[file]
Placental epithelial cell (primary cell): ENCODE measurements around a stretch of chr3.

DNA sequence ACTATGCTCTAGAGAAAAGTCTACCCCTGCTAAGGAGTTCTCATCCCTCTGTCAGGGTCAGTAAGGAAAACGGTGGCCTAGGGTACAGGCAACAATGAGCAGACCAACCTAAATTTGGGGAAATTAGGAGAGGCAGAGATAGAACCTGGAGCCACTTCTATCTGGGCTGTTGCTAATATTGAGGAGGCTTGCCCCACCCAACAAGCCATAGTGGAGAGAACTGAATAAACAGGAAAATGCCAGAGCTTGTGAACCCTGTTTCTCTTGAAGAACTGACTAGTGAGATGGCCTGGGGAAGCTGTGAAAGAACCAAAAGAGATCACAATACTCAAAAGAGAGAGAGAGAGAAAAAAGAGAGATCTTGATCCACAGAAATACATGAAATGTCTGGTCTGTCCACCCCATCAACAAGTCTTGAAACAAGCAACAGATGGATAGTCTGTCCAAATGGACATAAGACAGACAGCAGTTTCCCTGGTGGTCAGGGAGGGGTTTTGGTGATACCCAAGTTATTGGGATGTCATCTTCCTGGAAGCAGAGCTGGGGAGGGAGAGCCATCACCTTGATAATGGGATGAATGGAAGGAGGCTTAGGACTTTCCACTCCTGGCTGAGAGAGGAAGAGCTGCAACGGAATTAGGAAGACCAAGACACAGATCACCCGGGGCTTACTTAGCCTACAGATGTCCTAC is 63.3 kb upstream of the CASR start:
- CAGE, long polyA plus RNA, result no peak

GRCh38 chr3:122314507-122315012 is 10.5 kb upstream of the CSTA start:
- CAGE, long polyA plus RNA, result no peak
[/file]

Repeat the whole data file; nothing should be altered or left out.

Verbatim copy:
Placental epithelial cell (primary cell): ENCODE measurements around a stretch of chr3.

DNA sequence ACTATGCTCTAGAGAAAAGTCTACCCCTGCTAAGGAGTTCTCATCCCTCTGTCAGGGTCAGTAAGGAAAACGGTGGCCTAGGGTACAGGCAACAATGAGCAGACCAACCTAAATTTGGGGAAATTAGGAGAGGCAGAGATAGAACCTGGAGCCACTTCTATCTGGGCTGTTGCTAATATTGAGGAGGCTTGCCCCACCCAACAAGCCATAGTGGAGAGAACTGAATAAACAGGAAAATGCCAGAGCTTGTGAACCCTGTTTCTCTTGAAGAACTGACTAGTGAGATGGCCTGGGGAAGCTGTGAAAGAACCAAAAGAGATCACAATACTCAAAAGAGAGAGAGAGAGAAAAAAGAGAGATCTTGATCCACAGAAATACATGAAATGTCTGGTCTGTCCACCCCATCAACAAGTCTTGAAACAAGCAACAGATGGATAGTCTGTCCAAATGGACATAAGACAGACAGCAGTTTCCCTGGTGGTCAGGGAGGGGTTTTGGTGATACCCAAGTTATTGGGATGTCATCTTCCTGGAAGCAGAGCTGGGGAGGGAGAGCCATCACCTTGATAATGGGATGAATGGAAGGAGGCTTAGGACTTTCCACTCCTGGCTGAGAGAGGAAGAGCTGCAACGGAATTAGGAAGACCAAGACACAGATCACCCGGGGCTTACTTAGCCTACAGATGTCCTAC is 63.3 kb upstream of the CASR start:
- CAGE, long polyA plus RNA, result no peak

GRCh38 chr3:122314507-122315012 is 10.5 kb upstream of the CSTA start:
- CAGE, long polyA plus RNA, result no peak